Scientists at the Hebrew University of Jerusalem have revealed evidence that 3,200 years ago, Israel’s coast was a place of “significant trading links in the Mediterranean basin.” This was established with the latest discovery of shipwrecked cargo, including lead ingots, uncovered near Israel’s port of Caesarea.
Isotope analysis of the lead by Prof. Naama Yahalom-Mack, Prof. Yigal Erel and their team revealed that the ingots were mined in the central Mediterranean island of Sardinia. The lead pieces are stamped with Cypriot Minoan markings (an enigmatic script that to this day remains undeciphered) of the type used during this Late Bronze Age period. According to the press release, the researchers “concluded that there were vast commercial ties between the two populations with the purpose of transporting raw material.”
Cyprus is located some 2,500 kilometers (1,550 miles) away from Sardinia—with Israel even further away, attesting to the lengths taken to retrieve and trade with this metal. Professor Yahalom-Mack commented on the findings: “We think that along with lead, they also imported tin—a sought-after metal in Cyprus and the surrounding area for making bronze. These three metals—copper, lead and tin—were sold to port cities along the coastlines, including the shores of today’s Israel” (Journal of Archaeological Science: Reports).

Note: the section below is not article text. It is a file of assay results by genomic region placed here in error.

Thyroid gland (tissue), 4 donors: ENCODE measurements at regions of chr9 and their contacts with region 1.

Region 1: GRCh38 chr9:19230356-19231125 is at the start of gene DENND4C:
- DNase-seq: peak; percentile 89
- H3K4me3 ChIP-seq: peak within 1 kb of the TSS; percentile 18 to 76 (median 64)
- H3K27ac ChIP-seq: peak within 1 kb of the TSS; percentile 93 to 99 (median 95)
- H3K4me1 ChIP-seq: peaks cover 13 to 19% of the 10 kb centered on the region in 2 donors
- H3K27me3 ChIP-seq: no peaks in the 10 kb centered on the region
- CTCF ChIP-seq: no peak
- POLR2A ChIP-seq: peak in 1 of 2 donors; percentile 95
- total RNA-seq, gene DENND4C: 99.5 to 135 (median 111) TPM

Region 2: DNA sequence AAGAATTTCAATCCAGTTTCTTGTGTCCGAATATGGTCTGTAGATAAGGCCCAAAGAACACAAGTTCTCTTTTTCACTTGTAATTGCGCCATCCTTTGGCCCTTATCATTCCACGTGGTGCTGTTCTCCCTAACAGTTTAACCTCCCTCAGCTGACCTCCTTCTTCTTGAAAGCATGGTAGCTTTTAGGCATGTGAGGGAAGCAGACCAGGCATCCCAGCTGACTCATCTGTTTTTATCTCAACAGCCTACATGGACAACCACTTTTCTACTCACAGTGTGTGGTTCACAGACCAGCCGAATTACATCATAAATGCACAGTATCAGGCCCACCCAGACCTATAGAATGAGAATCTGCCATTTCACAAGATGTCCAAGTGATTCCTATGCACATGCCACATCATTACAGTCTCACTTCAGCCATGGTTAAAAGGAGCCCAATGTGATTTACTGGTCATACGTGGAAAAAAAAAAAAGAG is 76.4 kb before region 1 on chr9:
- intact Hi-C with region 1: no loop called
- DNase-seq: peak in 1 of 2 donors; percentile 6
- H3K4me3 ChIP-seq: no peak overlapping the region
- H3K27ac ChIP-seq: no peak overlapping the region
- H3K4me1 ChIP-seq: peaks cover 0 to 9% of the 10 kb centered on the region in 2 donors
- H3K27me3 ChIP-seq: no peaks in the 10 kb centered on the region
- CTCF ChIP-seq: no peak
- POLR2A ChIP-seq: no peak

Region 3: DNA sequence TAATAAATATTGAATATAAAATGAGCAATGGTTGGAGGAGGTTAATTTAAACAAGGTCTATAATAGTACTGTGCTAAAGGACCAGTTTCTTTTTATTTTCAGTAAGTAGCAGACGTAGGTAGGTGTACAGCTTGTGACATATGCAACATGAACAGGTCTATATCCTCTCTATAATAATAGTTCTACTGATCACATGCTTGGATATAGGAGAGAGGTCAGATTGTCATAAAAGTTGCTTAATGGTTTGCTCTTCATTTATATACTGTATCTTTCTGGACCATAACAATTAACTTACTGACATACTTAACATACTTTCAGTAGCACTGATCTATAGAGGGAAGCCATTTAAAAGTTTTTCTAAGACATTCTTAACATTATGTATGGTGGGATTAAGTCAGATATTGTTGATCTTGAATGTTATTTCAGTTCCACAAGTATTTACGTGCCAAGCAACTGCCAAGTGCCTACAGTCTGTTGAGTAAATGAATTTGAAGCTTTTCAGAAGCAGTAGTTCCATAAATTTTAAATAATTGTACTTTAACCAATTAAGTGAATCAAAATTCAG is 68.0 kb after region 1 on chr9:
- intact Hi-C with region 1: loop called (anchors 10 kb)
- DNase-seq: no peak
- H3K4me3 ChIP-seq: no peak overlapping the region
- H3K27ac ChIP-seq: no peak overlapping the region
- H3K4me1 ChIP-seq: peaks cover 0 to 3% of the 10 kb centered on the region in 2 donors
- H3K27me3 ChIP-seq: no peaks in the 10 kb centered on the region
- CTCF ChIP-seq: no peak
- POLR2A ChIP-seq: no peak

The new finding goes together with another rather sensational maritime trade discovery made in 2019. Tin ingots, from a similarly dated 13th-century b.c.e. shipwreck off Israel’s Haifa bay, were revealed to have been mined in Cornwall, England. (These ancient mines were operating as far back as 4,000 years ago, and Britain was so renowned for its tin that the fifth-century b.c.e. Greek historian Herodotus referred to the British Isles as the “tin islands.”)
And there is an interesting biblical link to the early, pre-monarchical tin-and-lead trade occurring at this time.
Judges 5:17 contains criticism against the coastal Israelite tribes of Dan and Asher for refusing to join in a battle against the Canaanites—choosing instead to man their ports and ships. “[W]hy did Dan remain [sojourn] in ships? Asher continued on the sea shore, and abode in his breaches” (King James Version). The word for “ships” here refers to long-distance vessels, and “breaches” can be translated “harbors.” Furthermore, Deuteronomy 33 reveals that the tribe of Asher dealt in metalwork: “Blessed be Asher …. Iron and brass shall be thy bars …” (verses 24-25). “Brass” is usually translated as bronze—a metal produced from copper and tin.
The new discovery, then, fits nicely with the scriptural account for this period and reveals early Israel’s interconnectedness with the wider Mediterranean and beyond. (To read more, see our article “Did Israel Source Tin From Britain?”)